The WFI chief felt that the new policies around competition in National Championships were the reasons for the protest. He said that none of these wrestlers had competed in the Nationals and the Federation had made it clear that only those athletes who compete and win at the National Championship will be selected for the National camp.

Stating that he is hurt by the sexual allegations, Brij Bhushan also told PTI that some of the wrestlers were pressured to sit at the dharna. “I am hurt by the sexual harassment allegations. Not a single player can bring such charges against me or the chief coach. Some wrestlers were pressured to sit on a dharna,” he told the media.

What DCW said

Meanwhile, DCW chief Swati Maliwal also met the protesting wrestlers at the Jantar Mantar. Terming the allegations as a ‘very serious matter’, the DCW said it has taken suo moto cognisance of media reports about allegations of sexual harassment made against the president of WFI and some wrestling coaches. The panel has also asked police to register an FIR in the matter.

Pertinently, the DCW has also sought details of Internal Complaints Committee formed by the WFI. The panel also asked whether these complaints have been forwarded to the ICC and the Local Complaint Committee (LCC) as per Sexual Harassment of Women at Workplace (Prevention, Prohibition and Redressal) Act, 2013.

What is the WFI’s reaction?

The WFI claims to be in the dark about the reasons for the protest. WFI Assistant Secretary, Vinod Tomar said they came to know from the letter to the WFI president that some wrestlers were sitting in protest. Tomar said that once the wrestlers formally approach the Federation, all the issues will be sorted out. The issue has not been raised formally with the Federation as yet, he said.

The sports ministry’s reaction to the allegations?

The sports ministry has sought an explanation from WFI and directed it to furnish a reply within the next 72 hours about the allegations that have been made.

In its communication to WFI, said media reports, the ministry has said that “since the matter pertains to the well-being of athletes,” they have taken a very serious view of the matter. If the WFI fails to furnish the reply within the next 72 hours, the ministry will proceed to initiate action against the federation in terms of the provisions of the National Sports Development Code, 2011, said the ministry.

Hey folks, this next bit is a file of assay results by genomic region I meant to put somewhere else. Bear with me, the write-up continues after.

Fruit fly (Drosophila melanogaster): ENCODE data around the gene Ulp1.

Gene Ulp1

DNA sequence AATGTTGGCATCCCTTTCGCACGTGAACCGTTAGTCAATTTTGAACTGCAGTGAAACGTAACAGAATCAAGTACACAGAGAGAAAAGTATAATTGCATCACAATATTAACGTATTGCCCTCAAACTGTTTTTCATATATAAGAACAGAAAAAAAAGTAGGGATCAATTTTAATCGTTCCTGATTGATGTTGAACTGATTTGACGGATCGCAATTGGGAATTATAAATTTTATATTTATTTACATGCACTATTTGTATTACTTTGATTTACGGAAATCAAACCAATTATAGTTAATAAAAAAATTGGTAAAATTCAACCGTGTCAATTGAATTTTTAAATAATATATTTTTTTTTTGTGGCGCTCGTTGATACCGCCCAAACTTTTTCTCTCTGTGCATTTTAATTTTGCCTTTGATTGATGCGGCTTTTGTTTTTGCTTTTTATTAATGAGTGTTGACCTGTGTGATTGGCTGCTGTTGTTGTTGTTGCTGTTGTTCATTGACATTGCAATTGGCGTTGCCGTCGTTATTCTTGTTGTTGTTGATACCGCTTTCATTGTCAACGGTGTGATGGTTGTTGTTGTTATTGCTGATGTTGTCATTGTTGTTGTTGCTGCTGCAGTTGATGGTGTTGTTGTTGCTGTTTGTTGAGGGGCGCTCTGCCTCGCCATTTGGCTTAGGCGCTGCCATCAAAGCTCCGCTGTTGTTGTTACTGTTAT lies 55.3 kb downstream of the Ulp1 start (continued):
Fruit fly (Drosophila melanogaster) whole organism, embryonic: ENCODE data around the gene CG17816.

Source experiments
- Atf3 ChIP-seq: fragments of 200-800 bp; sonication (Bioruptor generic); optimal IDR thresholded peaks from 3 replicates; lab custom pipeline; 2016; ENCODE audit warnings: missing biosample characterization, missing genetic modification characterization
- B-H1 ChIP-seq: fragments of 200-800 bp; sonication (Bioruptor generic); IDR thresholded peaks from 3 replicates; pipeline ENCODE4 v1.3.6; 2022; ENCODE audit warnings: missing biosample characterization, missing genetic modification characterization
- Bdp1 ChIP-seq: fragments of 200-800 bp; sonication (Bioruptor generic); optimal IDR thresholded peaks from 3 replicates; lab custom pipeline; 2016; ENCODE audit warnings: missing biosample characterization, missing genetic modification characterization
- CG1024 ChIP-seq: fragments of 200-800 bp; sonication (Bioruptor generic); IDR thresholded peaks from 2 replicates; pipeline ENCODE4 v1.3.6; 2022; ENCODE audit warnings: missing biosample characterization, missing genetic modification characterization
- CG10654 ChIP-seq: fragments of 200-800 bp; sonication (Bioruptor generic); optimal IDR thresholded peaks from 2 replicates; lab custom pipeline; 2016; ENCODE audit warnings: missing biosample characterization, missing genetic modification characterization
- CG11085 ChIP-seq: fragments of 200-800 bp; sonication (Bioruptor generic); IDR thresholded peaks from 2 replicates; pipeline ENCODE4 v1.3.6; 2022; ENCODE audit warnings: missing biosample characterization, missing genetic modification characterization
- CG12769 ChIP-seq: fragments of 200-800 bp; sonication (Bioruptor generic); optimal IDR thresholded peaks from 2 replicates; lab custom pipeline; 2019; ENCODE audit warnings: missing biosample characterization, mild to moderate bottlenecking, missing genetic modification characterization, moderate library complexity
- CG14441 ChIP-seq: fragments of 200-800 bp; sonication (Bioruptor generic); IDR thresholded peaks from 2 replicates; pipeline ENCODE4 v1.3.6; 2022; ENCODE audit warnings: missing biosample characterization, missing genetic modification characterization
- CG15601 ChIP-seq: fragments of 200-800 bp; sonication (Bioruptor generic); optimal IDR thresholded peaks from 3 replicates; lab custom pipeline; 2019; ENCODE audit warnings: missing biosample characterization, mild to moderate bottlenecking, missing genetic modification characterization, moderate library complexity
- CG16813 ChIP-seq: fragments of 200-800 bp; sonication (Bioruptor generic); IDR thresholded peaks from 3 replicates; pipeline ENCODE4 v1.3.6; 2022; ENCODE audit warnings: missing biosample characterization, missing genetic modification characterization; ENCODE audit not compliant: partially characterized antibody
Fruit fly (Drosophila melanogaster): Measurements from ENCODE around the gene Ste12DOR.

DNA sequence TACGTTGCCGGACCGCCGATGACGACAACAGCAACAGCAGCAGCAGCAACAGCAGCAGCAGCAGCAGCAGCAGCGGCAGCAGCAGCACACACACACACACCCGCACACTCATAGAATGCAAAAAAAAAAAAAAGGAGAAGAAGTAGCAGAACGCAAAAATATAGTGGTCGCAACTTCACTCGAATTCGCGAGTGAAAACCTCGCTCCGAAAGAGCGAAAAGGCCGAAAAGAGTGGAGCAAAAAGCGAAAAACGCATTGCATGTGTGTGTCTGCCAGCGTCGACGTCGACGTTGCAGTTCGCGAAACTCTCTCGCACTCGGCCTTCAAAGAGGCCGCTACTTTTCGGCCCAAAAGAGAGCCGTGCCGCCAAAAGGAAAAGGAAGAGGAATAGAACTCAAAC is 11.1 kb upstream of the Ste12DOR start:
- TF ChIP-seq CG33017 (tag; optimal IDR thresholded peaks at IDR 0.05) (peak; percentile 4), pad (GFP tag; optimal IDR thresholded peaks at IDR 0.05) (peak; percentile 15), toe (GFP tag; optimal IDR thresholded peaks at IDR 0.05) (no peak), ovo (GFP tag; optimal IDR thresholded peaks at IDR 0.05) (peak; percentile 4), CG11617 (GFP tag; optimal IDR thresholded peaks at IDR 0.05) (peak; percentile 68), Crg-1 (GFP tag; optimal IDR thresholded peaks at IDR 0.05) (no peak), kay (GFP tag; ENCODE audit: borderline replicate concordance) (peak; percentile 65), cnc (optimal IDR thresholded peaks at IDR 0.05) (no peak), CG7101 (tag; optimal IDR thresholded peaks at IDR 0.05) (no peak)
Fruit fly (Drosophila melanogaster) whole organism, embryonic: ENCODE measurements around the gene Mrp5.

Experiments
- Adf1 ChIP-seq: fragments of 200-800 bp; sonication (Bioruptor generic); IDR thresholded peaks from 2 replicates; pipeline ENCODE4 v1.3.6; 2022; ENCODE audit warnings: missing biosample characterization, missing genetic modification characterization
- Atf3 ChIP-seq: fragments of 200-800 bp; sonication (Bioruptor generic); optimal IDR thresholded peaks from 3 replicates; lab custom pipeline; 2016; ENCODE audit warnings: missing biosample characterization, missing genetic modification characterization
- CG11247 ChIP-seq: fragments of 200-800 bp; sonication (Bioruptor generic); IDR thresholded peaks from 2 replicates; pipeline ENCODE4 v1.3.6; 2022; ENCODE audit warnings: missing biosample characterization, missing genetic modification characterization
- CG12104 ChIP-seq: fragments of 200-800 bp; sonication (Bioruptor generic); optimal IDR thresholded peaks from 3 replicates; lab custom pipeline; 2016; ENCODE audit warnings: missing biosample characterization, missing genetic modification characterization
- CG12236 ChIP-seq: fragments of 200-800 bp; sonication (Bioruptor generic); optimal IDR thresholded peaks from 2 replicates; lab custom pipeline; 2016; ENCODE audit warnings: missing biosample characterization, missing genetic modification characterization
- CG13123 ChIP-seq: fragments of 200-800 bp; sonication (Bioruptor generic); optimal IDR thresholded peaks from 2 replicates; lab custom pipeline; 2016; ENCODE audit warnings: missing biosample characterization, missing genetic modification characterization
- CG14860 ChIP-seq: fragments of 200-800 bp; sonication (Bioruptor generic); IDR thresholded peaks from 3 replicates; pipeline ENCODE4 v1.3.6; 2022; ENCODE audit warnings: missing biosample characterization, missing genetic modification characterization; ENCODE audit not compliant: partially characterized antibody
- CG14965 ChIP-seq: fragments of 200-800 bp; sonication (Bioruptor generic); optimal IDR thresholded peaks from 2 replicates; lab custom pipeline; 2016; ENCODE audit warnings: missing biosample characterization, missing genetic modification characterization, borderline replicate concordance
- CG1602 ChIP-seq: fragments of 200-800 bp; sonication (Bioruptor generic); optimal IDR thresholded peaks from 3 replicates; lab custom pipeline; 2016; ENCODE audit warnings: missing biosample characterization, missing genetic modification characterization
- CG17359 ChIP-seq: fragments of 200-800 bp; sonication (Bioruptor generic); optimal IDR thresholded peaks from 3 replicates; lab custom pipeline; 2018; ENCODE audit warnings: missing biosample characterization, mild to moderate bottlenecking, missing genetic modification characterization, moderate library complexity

Who supported them?

Congress leader and former Haryana Chief Minister Bhupinder Singh Hooda came out in support of players. In a statement, he said that “it is a matter of great misfortune and shame that our players, the pride of the country, have to protest on the streets today”.

At what stage is the protest?

The protestors as of Thursday evening are not satisfied with the government’s response and have decided to fight till their demands are met.

Some other sexual harassment cases in the world of sports 

In July 2022, India U-17 women’s football team assistant coach Alex Ambrose was sacked after allegations of sexual misconduct during their Europe tour surfaced. After the complaint was filed with the All India Football Federation (AIFF), Ambrose was brought back.

In July 2021, eight women athletes accused Tamil Nadu track and field coach P Nagarajan of abuse over several years. A 19-year-old athlete was the first one to level such charges against him.

One tragic case that needs to be remembered is that of 14-year-old tennis player Ruchika Girhotra. In 1990, she dared to raise her voice against the then president of tennis federation and IG Haryana Police, SPS Rathore accusing him of molesting her. The entire state machinery and many organisations rallied behind the accused and he was promoted as DGP Haryana. In an environment that turned hostile against her, Ruchika took her own life.

But her close friend’s family, the Anands, and women’s organisations, painstakingly followed that case at every level for 19 long years. Even then, the accused was merely jailed for six months and fined Rs 1,000.

Hopefully, the India’s champion women wrestlers will have better luck in the wake of the world-wide MeToo movement that made people sit up and realise what men in positions of power can do.

What did IOA say?

Indian Olympic Association’s (IOA) President PT Usha has promised a complete investigation to ensure justice for the wrestlers.

“As IOA President, I’ve been discussing the current matter of wrestlers with the members and for all of us the welfare and well being of the athletes is the top most priority of IOA. We request athletes to come forward and voice their concerns with us.

“We will ensure a complete investigation to ensure justice. We also have decided to form a special committee to deal with such situations that may arise in the future, for swifter action,” Usha tweeted.